How We Prioritize Online Distractions Without Knowing

Whether you are at the computer or using a smartphone, there are plenty of things happening around you simultaneously that can distract you from the task at hand. But that switch from one thing to another is not always random because some distractions are often more important than others.

September 11, 2009

"You have a new email messages from A", "B wants to be your friend on Facebook", "C sent you a direct message on Twitter", "You have D unread items in Google Reader", "Your friend E is available for chat on Skype", "There’s a new SMS from F on your mobile phone"… and the list continues.

Whether you are at the computer or using a smartphone, there are plenty of things happening around you simultaneously that can easily distract you from the task at hand.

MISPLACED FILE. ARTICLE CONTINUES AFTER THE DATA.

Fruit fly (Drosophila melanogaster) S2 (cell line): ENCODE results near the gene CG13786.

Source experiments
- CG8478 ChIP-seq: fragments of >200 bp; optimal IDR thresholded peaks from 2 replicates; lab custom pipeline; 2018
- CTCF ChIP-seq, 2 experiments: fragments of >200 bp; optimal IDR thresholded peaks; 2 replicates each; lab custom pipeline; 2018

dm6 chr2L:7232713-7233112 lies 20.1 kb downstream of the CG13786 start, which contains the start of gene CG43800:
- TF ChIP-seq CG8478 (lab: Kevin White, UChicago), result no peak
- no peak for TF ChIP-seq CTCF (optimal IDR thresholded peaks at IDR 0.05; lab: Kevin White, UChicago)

online distractions

However, making that switch from one distraction to another is not always in random order because some distractions are naturally more important than others. For instance, you will probably answer a phone call or read that SMS message first before approving that pending friends’ request on Facebook.

David McCandless, author of The Visual Miscellaneum, has created an interesting chart that illustrates how we prioritize these various digital distractions (or interruptions), often unknowingly, in our minds.

If you get a new SMS whilst opening a new online dating message, you’ll be hard pressed not to read that SMS. It’ll take a great force of will. You may attempt to do both simultaneously. But if you really observe yourself closely, one will take priority – even if it’s only by milliseconds. The SMS will win your attention.

The level of distraction increases as you move up the chart and vice-versa.

Hat tip Michael Pick.